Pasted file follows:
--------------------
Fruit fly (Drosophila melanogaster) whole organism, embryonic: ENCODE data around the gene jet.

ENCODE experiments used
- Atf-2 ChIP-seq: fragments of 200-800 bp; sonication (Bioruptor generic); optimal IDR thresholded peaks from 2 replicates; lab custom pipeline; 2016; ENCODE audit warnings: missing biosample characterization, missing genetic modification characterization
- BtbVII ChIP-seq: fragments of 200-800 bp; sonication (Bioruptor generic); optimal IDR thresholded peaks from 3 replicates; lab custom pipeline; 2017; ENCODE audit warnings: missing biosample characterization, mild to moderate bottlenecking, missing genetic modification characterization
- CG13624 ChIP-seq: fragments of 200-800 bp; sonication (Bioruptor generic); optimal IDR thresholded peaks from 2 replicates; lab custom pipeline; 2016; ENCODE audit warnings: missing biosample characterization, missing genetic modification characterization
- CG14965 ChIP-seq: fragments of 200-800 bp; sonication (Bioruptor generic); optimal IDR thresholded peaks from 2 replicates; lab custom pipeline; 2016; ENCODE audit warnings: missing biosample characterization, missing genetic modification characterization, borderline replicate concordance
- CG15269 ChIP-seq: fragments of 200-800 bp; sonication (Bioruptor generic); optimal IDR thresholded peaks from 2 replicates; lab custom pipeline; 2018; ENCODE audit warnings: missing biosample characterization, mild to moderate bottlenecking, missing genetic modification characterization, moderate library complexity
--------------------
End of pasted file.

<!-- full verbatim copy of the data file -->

Fruit fly (Drosophila melanogaster) whole organism, embryonic: ENCODE data around the gene jet.

ENCODE experiments used
- Atf-2 ChIP-seq: fragments of 200-800 bp; sonication (Bioruptor generic); optimal IDR thresholded peaks from 2 replicates; lab custom pipeline; 2016; ENCODE audit warnings: missing biosample characterization, missing genetic modification characterization
- BtbVII ChIP-seq: fragments of 200-800 bp; sonication (Bioruptor generic); optimal IDR thresholded peaks from 3 replicates; lab custom pipeline; 2017; ENCODE audit warnings: missing biosample characterization, mild to moderate bottlenecking, missing genetic modification characterization
- CG13624 ChIP-seq: fragments of 200-800 bp; sonication (Bioruptor generic); optimal IDR thresholded peaks from 2 replicates; lab custom pipeline; 2016; ENCODE audit warnings: missing biosample characterization, missing genetic modification characterization
- CG14965 ChIP-seq: fragments of 200-800 bp; sonication (Bioruptor generic); optimal IDR thresholded peaks from 2 replicates; lab custom pipeline; 2016; ENCODE audit warnings: missing biosample characterization, missing genetic modification characterization, borderline replicate concordance
- CG15269 ChIP-seq: fragments of 200-800 bp; sonication (Bioruptor generic); optimal IDR thresholded peaks from 2 replicates; lab custom pipeline; 2018; ENCODE audit warnings: missing biosample characterization, mild to moderate bottlenecking, missing genetic modification characterization, moderate library complexity